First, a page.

Nanyang Technological University, Singapore (NTU Singapore) and Swedish company Camfil, a global leader in the air filtration industry, are collaborating to develop innovative solutions to improve air filtration efficiency and indoor air quality.
The partnership will see the testing of various air filter technologies on NTU’s buildings, focussing on their performance in tropical weather. These will be tested on NTU’s 200-hectare campus which is already a living lab for many environment-friendly research projects ranging from sustainability solutions to electromobility.
Leading NTU’s efforts will be the Energy Research Institute @ NTU (ERI@N), who together with Camfil’s experts will investigate the impact of indoor air quality on the cognitive performance of adults, which includes assessing their learning performance, memory abilities and reaction time.
NTU Chief of Staff and Vice President (Research), Professor Lam Khin Yong said, “The research partnership between NTU and Camfil is highly relevant in today’s urban cities as people spend more than 90 per cent of their time indoors, whether at home or at work. In urban centres, assessments on indoor air quality are also central in determining the well-being of workplaces. It is our aim that the collaboration will result in innovative solutions that can help improve the general well-being and productivity of building occupants.”
Mr Alain Bérard, Executive Vice President – Marketing and Products, Camfil said, “Camfil’s mission has been to develop and deliver innovative clean air solutions combined with optimised energy efficiency. We share these objectives with NTU Singapore, and our collaboration will lead to significant breakthroughs in our field of activity.”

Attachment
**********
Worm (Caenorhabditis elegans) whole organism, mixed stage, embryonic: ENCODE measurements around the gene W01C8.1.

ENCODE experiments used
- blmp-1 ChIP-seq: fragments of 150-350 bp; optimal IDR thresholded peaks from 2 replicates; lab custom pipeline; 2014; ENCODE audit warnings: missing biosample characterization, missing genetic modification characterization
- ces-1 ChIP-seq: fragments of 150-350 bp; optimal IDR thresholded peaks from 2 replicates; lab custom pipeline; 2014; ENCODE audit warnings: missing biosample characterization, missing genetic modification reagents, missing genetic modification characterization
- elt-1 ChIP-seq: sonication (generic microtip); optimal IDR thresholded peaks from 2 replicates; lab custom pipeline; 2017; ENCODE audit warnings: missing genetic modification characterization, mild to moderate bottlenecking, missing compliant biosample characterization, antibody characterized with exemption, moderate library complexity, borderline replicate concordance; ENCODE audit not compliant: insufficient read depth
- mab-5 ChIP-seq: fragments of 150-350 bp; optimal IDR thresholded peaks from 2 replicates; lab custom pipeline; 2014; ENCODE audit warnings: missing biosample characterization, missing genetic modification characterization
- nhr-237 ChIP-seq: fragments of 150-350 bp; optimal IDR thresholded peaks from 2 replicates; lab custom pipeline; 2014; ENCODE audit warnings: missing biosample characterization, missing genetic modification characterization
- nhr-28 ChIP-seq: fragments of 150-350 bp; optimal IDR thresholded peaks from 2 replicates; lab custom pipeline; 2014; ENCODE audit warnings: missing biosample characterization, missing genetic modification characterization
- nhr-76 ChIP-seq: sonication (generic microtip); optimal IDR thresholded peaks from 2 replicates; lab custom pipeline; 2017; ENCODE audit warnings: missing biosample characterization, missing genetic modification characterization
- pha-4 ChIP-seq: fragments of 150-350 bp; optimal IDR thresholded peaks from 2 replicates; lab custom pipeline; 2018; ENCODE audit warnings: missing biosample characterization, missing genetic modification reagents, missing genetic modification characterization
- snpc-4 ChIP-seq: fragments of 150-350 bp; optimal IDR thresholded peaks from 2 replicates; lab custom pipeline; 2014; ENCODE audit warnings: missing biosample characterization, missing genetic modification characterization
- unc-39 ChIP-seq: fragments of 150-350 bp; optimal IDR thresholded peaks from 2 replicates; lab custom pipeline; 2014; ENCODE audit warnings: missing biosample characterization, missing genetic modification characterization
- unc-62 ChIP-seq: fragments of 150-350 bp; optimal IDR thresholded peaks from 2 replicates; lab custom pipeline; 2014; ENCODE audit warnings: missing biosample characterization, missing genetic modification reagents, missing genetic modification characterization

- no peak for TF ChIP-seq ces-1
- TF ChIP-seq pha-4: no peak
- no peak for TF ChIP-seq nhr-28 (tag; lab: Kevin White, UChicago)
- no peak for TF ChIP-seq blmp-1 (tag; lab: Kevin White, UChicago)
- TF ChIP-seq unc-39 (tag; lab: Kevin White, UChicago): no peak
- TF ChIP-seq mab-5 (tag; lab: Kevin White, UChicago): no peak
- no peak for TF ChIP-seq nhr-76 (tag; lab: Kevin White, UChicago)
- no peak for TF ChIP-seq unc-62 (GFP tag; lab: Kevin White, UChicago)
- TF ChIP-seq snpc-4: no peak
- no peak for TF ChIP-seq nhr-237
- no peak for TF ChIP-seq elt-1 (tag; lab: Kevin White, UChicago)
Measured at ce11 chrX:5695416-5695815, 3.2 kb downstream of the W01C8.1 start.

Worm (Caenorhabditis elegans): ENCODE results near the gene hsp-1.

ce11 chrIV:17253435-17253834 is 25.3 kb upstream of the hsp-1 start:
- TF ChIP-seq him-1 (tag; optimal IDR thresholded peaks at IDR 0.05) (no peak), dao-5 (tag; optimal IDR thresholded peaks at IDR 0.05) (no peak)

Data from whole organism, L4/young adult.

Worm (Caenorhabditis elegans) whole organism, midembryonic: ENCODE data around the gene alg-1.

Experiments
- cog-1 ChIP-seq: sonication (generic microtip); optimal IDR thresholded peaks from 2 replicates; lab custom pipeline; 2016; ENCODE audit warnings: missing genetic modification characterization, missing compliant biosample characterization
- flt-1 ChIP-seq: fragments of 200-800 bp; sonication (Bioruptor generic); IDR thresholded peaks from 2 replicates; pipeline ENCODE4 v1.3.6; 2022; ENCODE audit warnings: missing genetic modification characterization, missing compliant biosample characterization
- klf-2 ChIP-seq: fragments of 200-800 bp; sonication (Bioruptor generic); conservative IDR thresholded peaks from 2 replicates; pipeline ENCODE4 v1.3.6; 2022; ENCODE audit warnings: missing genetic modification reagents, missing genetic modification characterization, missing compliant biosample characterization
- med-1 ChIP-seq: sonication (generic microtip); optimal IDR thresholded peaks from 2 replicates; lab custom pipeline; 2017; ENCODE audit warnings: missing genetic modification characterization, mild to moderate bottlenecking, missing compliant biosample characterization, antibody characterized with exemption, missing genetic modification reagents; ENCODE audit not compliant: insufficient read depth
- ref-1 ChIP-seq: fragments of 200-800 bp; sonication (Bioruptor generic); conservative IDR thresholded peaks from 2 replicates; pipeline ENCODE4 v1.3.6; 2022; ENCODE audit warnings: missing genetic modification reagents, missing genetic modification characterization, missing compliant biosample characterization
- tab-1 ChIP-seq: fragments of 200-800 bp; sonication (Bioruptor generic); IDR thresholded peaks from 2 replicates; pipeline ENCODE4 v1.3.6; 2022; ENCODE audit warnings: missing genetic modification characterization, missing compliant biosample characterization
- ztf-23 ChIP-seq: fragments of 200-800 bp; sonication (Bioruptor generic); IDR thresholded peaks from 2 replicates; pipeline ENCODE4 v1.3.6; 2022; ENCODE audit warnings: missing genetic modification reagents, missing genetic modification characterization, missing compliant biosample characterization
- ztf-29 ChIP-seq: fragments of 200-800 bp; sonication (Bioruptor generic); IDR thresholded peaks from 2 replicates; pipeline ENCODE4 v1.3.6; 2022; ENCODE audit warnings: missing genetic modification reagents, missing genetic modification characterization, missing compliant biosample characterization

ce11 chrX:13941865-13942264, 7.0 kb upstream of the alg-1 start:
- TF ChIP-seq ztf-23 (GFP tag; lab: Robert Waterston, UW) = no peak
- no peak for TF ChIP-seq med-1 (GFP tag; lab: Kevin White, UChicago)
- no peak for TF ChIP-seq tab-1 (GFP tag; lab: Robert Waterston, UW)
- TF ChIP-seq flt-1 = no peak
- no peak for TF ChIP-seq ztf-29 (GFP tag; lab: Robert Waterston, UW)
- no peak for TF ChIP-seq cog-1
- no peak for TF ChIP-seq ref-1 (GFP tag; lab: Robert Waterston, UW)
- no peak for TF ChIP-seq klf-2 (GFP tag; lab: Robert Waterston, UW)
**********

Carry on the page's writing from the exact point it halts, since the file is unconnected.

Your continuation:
Research to focus on tropical climate
In urban areas, people who spend a lot of time in enclosed buildings are susceptible to pollutants from sources such as furniture, paints, carpets and electronics.
The levels of indoor pollutants such as particulate matter, volatile organic compounds, nitrogen dioxide, carbon dioxide and allergens will determine the air quality. Exposure to a high concentration of indoor air pollutants may affect productivity in the short term and damage one’s health in the long term.
Through field studies, the researchers aim to find out the efficiency of general ventilation devices and systems.
Investigations on different air filter solutions will also provide a good platform for the development of a filtration standard for tropical climates.